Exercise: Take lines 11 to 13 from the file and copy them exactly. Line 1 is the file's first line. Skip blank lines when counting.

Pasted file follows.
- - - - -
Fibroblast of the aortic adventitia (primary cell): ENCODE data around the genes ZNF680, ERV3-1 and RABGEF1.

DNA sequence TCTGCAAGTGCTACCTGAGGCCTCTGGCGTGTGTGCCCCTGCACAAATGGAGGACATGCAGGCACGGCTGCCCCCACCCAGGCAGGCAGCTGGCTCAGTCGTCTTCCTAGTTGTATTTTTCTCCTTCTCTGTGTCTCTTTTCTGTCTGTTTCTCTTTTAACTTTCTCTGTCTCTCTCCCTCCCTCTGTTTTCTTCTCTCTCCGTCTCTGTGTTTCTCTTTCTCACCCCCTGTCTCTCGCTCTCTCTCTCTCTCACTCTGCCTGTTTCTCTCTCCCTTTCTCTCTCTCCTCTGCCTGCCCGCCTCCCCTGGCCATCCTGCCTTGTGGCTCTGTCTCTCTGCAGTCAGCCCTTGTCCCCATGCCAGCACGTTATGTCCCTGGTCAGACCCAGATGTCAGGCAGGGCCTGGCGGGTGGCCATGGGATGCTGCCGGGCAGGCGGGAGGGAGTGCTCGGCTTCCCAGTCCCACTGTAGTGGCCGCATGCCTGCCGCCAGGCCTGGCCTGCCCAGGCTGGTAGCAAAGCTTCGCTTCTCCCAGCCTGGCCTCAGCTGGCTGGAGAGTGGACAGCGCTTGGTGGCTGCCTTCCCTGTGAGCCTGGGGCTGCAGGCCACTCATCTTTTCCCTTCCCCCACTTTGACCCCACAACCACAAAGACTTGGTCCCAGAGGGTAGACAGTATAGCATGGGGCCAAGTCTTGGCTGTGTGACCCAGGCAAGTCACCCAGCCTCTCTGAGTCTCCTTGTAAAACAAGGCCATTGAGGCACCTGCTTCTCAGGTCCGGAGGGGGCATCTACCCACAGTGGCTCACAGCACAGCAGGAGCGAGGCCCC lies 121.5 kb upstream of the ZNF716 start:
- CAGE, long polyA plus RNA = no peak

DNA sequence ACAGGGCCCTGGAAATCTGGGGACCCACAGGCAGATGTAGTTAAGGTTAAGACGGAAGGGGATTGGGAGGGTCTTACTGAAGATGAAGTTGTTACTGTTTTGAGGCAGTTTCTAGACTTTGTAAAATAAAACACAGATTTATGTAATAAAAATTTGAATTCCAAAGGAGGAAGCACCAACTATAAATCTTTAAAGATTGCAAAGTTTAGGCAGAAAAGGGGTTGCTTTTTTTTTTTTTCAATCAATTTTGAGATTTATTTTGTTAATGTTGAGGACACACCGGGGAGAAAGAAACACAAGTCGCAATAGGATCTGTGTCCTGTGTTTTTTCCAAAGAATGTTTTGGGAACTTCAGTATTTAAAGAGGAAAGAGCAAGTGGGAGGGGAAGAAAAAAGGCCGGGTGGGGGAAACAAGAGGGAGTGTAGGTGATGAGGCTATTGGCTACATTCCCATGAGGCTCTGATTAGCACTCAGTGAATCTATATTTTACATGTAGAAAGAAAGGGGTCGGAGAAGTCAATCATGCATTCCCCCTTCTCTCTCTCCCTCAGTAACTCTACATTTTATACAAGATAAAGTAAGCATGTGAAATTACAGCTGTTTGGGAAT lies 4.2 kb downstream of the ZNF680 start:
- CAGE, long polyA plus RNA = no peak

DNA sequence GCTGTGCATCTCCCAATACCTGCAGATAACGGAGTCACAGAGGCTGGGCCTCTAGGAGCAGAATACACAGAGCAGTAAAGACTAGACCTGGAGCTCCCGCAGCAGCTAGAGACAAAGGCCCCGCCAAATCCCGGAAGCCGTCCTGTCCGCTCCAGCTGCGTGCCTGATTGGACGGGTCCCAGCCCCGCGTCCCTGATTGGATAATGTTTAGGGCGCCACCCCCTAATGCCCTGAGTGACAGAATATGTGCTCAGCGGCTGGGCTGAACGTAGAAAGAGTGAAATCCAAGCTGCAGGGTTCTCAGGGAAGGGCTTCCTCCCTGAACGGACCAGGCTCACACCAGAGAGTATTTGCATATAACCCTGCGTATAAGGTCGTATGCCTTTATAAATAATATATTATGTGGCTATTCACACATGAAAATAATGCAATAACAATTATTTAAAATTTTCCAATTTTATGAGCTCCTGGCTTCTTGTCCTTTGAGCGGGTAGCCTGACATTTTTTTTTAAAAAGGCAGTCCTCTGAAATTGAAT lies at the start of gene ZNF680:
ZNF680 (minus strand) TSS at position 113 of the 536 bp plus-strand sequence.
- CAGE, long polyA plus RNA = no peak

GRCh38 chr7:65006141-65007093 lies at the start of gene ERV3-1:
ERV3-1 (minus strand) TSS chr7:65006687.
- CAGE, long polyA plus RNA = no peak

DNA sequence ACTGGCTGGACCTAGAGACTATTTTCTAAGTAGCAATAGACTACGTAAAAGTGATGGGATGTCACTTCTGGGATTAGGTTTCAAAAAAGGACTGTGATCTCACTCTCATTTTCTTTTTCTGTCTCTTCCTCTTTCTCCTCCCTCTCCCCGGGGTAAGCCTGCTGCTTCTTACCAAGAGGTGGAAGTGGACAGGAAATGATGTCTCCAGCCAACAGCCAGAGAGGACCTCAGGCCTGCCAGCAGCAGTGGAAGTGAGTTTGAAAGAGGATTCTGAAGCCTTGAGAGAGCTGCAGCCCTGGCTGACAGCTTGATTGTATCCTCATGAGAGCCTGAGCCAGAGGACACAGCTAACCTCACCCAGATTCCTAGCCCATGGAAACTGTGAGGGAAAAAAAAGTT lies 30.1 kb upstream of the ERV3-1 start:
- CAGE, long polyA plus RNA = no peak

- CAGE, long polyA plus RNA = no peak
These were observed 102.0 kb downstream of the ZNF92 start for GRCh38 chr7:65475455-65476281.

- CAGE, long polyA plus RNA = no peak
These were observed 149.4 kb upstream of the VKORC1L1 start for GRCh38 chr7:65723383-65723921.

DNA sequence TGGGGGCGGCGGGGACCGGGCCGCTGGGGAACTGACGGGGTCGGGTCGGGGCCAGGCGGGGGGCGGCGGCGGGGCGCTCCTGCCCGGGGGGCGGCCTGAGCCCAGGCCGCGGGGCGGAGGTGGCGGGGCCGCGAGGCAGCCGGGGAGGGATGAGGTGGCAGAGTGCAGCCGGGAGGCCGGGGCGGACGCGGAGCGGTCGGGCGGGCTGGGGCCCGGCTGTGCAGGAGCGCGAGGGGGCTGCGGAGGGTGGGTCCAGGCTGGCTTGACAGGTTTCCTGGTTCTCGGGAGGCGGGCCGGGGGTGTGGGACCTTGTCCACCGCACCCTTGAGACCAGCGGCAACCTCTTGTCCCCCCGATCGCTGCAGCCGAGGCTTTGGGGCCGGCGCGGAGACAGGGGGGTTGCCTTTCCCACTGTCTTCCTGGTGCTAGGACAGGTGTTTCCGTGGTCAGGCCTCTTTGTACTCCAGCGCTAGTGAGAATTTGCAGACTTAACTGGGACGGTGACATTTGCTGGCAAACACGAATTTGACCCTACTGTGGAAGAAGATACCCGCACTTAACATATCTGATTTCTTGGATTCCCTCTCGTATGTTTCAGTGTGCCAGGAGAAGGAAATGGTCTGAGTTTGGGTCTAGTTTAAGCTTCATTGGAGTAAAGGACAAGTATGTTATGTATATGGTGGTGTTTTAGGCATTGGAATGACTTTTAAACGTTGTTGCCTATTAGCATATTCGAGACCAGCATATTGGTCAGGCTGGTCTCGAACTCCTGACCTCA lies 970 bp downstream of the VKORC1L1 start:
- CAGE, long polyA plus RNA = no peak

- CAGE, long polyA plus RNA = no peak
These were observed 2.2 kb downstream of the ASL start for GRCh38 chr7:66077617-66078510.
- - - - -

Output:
- CAGE, long polyA plus RNA = no peak

DNA sequence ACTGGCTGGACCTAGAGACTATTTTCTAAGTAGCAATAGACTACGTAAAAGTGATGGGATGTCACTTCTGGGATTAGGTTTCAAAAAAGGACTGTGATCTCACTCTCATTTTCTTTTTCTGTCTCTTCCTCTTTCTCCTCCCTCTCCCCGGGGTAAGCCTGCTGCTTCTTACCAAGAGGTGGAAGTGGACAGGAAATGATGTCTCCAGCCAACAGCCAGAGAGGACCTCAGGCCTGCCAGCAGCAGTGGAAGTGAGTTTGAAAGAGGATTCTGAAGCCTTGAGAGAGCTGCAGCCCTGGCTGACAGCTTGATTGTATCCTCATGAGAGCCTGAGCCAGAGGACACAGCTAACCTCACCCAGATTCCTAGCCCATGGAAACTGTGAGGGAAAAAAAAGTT lies 30.1 kb upstream of the ERV3-1 start:
- CAGE, long polyA plus RNA = no peak